The outlook is grim this time and while Pricewaterhouse Cooper Ratings were not invented in the previous dark ages it is doubtful that they would have made such bleak reading. The points of England's top seven batsmen are greater than those of the top seven on the last two, equally disastrous tours to Australia (possibly because they are playing seven batsmen this year), but the tail is the weakest of all nine Test countries and among the weakest of all.

Total points for batsmen and bowlers show that this England is ahead of the 1990-91 vintage but behind the 1994-95 blend at a similar stage of the series. So much for figures. The common factor is that they all went down, which is no disgrace, but so far this lot are doing so without a fight.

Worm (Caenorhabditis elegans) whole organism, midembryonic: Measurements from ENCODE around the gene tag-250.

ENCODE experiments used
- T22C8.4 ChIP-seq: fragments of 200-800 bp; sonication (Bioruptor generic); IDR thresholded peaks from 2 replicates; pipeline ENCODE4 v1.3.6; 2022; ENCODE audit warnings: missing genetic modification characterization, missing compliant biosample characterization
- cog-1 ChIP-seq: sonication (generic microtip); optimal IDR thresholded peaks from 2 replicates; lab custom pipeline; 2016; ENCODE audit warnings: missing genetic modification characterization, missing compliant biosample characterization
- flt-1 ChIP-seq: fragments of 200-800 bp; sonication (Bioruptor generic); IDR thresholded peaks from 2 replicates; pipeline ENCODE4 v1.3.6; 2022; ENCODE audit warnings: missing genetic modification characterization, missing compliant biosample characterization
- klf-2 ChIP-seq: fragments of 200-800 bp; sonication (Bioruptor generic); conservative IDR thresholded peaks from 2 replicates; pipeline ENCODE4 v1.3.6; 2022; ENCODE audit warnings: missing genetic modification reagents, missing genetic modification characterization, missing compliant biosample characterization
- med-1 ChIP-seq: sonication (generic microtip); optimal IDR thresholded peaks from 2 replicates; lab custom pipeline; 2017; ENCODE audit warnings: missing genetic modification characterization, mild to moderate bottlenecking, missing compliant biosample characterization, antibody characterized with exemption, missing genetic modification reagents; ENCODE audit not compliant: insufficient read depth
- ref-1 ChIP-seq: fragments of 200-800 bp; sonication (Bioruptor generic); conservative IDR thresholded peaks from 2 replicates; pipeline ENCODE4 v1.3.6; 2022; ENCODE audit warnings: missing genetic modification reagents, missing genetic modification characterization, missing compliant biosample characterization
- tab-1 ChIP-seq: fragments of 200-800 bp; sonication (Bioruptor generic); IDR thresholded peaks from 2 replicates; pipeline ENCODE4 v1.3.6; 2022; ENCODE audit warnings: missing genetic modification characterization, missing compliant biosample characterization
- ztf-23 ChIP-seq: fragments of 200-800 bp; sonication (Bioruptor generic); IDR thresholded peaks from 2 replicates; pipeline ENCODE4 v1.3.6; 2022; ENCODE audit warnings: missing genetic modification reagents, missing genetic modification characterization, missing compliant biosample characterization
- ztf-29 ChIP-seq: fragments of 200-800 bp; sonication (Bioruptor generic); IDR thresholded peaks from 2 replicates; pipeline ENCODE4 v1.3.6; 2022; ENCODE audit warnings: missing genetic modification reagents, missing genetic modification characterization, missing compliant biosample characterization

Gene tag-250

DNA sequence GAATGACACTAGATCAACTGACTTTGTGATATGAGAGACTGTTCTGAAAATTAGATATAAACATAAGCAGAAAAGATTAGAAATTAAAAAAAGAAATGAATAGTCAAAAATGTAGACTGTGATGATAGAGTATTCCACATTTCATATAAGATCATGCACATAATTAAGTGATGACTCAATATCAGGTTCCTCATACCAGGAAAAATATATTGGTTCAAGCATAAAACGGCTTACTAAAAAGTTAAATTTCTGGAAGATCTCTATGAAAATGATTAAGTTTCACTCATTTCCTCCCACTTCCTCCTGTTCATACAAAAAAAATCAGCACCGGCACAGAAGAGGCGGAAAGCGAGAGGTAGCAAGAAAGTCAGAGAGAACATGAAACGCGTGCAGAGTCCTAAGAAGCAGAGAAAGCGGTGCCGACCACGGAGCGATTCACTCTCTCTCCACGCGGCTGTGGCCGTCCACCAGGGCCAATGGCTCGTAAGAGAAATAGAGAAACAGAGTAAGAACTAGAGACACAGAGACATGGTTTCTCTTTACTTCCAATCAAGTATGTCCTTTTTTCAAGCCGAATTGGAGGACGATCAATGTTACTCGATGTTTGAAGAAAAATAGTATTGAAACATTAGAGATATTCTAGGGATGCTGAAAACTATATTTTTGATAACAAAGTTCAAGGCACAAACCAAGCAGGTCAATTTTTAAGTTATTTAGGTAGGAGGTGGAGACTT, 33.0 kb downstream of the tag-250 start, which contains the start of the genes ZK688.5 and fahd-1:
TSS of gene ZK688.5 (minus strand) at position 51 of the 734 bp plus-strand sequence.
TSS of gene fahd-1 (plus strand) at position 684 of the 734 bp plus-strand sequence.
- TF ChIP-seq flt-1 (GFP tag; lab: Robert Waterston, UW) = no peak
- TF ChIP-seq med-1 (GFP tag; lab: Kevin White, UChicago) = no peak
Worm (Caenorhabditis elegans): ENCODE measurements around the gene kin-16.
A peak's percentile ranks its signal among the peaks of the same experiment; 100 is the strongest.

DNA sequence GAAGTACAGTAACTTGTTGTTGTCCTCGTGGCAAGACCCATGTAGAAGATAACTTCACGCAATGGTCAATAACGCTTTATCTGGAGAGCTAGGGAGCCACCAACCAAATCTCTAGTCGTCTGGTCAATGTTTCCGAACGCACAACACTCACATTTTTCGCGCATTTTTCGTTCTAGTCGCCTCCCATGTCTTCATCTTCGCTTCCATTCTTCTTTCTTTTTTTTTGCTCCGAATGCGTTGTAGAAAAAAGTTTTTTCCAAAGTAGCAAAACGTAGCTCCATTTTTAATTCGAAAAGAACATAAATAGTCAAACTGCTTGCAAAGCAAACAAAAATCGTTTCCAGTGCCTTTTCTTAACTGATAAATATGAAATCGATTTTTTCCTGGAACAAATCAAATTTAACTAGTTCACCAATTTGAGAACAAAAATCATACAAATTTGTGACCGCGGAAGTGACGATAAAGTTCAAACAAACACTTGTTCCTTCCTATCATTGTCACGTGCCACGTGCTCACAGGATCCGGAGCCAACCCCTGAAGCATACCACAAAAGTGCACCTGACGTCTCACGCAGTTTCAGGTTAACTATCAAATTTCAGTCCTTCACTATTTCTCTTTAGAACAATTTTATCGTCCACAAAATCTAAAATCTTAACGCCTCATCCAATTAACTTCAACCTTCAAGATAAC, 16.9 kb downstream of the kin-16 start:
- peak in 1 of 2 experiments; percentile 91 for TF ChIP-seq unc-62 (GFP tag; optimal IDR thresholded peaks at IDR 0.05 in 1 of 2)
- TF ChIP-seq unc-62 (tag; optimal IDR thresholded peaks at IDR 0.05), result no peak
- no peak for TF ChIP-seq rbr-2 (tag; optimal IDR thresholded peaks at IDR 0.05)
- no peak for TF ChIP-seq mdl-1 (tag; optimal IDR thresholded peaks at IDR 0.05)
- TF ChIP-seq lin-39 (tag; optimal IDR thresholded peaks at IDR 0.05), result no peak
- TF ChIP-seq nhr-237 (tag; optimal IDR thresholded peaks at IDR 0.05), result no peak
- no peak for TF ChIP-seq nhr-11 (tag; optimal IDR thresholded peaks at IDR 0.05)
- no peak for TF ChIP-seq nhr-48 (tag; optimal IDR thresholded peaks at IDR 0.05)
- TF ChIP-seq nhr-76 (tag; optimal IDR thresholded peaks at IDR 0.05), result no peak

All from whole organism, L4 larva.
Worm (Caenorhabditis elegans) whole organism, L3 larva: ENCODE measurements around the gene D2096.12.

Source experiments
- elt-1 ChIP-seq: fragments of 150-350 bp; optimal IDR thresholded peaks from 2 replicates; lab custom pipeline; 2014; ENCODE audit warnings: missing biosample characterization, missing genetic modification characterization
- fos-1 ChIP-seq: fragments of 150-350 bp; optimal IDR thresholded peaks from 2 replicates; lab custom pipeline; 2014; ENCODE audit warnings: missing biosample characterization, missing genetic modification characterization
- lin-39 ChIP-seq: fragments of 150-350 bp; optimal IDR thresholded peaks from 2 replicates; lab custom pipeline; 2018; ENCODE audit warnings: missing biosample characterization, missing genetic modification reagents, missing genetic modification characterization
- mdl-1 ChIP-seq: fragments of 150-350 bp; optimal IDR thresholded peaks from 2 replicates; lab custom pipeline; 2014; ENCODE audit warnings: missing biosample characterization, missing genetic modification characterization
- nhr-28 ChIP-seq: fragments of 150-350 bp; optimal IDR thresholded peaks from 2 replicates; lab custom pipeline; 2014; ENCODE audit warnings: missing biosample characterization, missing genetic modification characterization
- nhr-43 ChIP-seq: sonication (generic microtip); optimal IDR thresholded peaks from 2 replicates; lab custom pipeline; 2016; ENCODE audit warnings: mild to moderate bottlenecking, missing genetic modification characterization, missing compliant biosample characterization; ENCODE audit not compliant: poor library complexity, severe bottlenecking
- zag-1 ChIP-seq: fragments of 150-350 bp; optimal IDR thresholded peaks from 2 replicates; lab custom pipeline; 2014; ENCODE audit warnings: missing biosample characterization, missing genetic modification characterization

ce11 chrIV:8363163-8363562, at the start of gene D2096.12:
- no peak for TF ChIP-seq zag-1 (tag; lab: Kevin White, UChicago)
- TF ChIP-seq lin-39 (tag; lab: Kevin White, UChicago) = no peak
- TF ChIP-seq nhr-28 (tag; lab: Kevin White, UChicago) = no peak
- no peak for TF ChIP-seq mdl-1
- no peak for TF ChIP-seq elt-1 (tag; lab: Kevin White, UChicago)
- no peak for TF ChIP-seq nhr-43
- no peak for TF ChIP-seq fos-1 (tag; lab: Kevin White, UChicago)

It will take hitherto unrevealed fortitude to get back into the series now. It may not be beyond them but so far the only glimmer of light, the odd individual achievement apart, is that the next time England cricket needs a sponsor it should simply scan Yellow Pages for the manufacturers of white flags.